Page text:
Scott happy with roundThe “other guy” in the U.S. Open's marquee threesome was happy with his opening round, considering he is playing with a broken bone near his right pinkie.
Australian Adam Scott, ranked No. 3 in the world, shot a 2-over-par 73 and tagged along as Tiger Woods posted a 72 and Phil Mickelson had a 71. Woods and Mickelson are ranked 1-2.
Scott's injury was the top topic after his round.
“Well, it's broken,” he said. “It's not my finger anyway; it's my hand. It doesn't really affect my golf swing, so I'm pretty lucky to be playing.”
Scott, a six-time winner on the PGA Tour, said he broke the bone when a friend slammed his hand in a car door in London in mid-May.
Angel skies — sort ofAngel Cabrera opened the defense of his U.S. Open title with a thud. He shot an 8-over 79 and didn't make his first birdie until the par-5 13th.When Hicks in not HicksJustin Hicks went to the golf course, walked around, had a beer and a sandwich. Five hours later, he spotted his name atop the leader board.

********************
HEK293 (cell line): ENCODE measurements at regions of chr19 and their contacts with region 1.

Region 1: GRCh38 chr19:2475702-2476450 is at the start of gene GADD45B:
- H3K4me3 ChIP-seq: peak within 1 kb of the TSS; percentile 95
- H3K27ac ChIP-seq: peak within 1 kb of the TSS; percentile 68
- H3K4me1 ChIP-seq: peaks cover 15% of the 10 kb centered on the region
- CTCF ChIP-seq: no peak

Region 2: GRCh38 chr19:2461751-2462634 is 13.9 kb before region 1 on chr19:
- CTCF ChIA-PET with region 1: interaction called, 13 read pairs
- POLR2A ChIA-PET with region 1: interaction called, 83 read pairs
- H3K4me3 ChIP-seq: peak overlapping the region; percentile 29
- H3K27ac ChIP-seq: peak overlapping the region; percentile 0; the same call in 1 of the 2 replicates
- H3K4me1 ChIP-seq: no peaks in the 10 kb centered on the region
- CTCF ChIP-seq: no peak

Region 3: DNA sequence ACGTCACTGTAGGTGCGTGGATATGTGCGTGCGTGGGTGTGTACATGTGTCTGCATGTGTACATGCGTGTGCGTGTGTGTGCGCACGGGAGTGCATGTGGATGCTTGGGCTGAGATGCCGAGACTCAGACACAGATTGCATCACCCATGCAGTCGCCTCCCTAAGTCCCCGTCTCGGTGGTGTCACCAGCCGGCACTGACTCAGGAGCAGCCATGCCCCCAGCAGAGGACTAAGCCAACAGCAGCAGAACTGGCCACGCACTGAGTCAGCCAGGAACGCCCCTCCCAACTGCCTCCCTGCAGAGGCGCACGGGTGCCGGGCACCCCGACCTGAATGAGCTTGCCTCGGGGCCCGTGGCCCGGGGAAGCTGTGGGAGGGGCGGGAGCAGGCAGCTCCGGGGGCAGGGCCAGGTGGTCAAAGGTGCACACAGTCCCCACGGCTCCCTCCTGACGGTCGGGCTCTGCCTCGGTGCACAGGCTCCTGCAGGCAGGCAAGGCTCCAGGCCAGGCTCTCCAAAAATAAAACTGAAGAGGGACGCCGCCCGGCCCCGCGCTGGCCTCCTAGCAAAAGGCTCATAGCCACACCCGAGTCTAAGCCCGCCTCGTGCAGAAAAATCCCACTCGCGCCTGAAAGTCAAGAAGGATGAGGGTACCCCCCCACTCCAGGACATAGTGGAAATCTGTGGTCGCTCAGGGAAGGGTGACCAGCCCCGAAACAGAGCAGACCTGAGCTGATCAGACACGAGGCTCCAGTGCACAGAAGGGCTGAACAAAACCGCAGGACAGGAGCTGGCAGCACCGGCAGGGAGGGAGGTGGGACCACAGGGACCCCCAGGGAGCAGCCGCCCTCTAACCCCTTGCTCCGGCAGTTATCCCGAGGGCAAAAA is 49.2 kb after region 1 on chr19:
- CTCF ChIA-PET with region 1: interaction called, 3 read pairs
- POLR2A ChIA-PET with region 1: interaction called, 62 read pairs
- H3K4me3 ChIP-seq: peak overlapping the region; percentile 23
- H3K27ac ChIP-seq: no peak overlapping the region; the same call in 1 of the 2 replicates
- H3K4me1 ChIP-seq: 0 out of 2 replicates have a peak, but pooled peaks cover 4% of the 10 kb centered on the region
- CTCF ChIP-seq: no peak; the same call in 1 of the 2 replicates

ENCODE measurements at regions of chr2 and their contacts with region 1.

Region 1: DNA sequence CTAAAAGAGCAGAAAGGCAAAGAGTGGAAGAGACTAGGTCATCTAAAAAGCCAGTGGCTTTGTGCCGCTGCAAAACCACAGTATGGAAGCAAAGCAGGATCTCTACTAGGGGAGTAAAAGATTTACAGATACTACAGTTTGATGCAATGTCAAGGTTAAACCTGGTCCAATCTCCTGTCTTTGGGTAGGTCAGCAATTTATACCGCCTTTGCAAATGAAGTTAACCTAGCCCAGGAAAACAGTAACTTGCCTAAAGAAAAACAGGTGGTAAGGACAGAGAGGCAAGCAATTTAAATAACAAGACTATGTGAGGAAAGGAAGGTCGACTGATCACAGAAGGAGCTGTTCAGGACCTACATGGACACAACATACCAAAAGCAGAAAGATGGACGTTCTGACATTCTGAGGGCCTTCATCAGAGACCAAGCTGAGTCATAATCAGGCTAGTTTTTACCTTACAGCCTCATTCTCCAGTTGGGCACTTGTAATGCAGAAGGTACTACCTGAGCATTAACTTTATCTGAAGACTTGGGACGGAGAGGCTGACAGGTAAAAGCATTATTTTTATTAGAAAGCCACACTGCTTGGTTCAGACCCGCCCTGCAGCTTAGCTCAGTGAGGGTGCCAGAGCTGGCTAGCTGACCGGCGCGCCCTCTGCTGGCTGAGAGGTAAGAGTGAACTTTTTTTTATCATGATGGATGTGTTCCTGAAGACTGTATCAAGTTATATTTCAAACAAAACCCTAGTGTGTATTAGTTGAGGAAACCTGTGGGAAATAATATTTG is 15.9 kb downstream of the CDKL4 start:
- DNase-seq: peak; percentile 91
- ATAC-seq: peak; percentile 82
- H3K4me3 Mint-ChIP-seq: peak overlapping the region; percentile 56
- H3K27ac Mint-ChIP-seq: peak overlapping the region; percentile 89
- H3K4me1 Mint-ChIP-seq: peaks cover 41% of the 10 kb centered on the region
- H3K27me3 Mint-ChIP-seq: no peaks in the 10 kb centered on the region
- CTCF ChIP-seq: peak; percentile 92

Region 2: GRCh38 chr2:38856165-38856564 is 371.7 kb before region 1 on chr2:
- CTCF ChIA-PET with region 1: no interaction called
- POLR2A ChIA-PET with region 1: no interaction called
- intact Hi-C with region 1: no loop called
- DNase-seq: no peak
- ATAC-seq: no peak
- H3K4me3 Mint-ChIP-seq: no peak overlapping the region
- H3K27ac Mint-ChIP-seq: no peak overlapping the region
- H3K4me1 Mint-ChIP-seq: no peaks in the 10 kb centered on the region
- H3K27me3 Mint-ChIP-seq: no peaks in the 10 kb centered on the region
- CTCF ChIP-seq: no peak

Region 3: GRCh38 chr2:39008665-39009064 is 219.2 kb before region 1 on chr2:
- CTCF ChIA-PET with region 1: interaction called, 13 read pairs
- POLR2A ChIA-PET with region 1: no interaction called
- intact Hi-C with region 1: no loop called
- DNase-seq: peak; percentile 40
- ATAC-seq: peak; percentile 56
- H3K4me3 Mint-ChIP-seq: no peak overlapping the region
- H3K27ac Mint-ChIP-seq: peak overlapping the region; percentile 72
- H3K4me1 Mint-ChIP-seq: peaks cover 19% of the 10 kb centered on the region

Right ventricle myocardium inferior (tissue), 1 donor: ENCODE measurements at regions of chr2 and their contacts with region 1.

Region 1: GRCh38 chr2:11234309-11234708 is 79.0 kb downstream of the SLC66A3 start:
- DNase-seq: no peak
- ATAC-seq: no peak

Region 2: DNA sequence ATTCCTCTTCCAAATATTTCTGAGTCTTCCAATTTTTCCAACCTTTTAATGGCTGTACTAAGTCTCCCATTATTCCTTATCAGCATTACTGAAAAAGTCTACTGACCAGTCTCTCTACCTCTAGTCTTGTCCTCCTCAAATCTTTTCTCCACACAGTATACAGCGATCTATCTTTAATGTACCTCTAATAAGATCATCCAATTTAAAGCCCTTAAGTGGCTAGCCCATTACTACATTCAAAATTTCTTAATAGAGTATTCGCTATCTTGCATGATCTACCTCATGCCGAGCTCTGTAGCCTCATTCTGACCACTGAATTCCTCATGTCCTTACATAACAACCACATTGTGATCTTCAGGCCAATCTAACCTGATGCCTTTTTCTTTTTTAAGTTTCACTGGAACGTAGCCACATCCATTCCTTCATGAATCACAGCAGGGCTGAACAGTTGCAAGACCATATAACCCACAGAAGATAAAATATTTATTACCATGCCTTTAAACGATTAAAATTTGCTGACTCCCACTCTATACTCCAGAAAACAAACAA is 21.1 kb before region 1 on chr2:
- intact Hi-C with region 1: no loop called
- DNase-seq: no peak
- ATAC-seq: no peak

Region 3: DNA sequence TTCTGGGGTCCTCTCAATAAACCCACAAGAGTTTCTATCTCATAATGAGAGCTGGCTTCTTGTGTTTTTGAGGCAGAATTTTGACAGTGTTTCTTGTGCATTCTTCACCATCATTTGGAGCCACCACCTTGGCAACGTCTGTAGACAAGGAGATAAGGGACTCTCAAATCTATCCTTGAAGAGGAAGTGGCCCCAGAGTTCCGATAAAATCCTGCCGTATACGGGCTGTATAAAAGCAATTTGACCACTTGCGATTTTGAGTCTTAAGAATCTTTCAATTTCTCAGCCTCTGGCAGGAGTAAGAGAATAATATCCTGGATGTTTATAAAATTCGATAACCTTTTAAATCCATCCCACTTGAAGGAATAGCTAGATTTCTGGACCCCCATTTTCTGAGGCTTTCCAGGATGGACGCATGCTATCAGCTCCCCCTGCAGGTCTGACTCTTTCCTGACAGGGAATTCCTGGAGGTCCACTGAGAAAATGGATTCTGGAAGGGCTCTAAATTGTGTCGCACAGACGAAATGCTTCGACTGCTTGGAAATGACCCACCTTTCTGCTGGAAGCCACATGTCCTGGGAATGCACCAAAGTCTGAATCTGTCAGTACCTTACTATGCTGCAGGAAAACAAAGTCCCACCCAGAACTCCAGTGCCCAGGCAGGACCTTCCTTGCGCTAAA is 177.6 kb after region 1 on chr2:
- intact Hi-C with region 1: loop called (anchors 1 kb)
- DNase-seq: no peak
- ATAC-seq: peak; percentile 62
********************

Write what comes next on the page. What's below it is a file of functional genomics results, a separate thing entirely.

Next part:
Indeed, it was quite a day to be Justin Hicks at Torrey Pines — even if you weren't the Justin Hicks at Torrey Pines.
Turns out, there were two of them out there Thursday.
One was the Nationwide Tour professional, who shot 3-under 68 to share the lead with Kevin Streelman after the opening round. The other was the club professional at Stadium Golf Center in San Diego, who simply drove up the road to watch the action.
“I got home, I had three or four e-mails saying, 'Congrats on the Open,' ” said Hicks, the teaching pro. “I had students saying, 'Wow, you're playing fantastic.' “
But in fact, it was the other Justin Hicks who was making a name for himself.
He is the 33-year-old from Royal Palm Beach, Fla., who has been playing the Nationwide on and off for the past four years. He made it here through qualifying earlier this month.
The other Justin Hicks, a 38-year-old who was born and raised in San Diego, was one of those up-and-comers once, too. He went to UC-Santa Barbara in the early '90s and then transferred to UCLA, where he played golf as a walk-on. In 1995, he went to Q-school and made it to the second round. After that, he played on the Hooters Tour for five or six months.